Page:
since. The earth was extremely fruitful; Let any one reflect on the disposition of men lived generally on pasturage, which mind he finds in himself at his first entrance requires a much smaller number of hands into the Pantheon at Rome, and how the than agriculture. There were few trades imagination is filled with something great to employ the busy part of mankind, and and amazing; and, at the same time, con fewer arts and sciences to give work to men sider how little, in proportion, he is af of speculative tempers; and what is more fected with the inside of a Gothic cathedral, than all the rest, the prince was absolute; though it be five times larger than the so that when he went to war, he put himself other; which can arise from nothing else at the head of the whole people, as we find but the greatness of the manner in the one, Semiramis leading her three millions to the and the meanness in the other. field, and yet overpowered by the number I have seen an observation upon this subof her enemies. It is no wonder, therefore, ject in a French author, which very much when she was at peace, and turning her pleased me. It is Monsieur Freart's Paral thoughts on building, that she could accom-lel of the ancient and modern Architecture. plish such great works, with such a prodi-I shall give it the reader with the same gious multitude of labourers; besides that, terms of art which he has made use of. 1 in her climate there was small interruption am observing,' says he, 'a thing which, in of frosts and winters, which make the my opinion, is very curious, whence it pro northern workmen lie half the year idle. Iceeds, that in the same quantity of super might mention, too, among the benefits of fices, the one manner seems great and the climate, what historians say of the earth, magnificent, and the other poor and trifling; that it sweated out a bitumen, or natural the reason is fine and uncommon. I say, kind of mortar, which is doubtless the same then, that to introduce into architecture with that mentioned in holy writ, as con- this grandeur of manner, we ought so to tributing to the structure of Babel: Slime proceed, that the division of the principal they used instead of mortar. members of the order may consist but of few parts, that they be all great, and of a bold and ample relievo, and swelling; and that the eye, beholding nothing little and mean, the imagination may be more vigor ously touched and affected with the work that stands before it. For example, in cornice, if the gola or cymatium of the corona, the coping, the modillions, or dentelli, make a noble show by their graceful productions, if we see none of that ordinary confusion, which is the result of those little cavities, quarter rounds of the astragal, and I know not how many other intermingled particulars, which produce no effect great and massy works, and which very unprofitably take up place to the prejudice of the principal member, it is most certain that this manner will appear solemn and great; as, on the contrary, that it will have but a poor and mean effect, where there is a redundancy of those smaller ornaments, which divide and scatter the angles of the sight into such a multitude of rays, so pressed together that the whole will ap pear but a confusion.'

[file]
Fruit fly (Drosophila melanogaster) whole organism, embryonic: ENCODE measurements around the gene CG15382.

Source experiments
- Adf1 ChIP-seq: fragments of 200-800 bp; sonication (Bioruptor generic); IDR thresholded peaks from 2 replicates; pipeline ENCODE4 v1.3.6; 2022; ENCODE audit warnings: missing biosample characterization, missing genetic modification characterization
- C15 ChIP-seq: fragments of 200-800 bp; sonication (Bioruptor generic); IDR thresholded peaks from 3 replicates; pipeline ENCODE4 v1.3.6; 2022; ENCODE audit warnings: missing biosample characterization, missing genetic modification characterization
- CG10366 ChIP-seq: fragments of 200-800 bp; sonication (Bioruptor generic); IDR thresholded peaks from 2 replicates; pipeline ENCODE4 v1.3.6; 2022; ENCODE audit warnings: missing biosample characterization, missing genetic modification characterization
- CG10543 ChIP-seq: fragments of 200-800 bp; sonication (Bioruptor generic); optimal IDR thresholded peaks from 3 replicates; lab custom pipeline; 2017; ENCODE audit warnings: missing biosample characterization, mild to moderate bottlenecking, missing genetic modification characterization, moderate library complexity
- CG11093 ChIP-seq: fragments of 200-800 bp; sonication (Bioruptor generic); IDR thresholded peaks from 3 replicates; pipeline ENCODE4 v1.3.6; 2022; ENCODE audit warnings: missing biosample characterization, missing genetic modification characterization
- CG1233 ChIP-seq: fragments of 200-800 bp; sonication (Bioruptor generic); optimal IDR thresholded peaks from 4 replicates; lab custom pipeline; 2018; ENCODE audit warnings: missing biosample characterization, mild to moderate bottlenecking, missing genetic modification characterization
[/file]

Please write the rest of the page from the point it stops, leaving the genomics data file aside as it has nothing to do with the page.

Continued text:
In Egypt we still see their pyramids, which answer to the descriptions that have been made of them; and I question not but a traveller might find out some remains of the labyrinth that covered a whole province, and had a hundred temples disposed among its several quarters and divisions.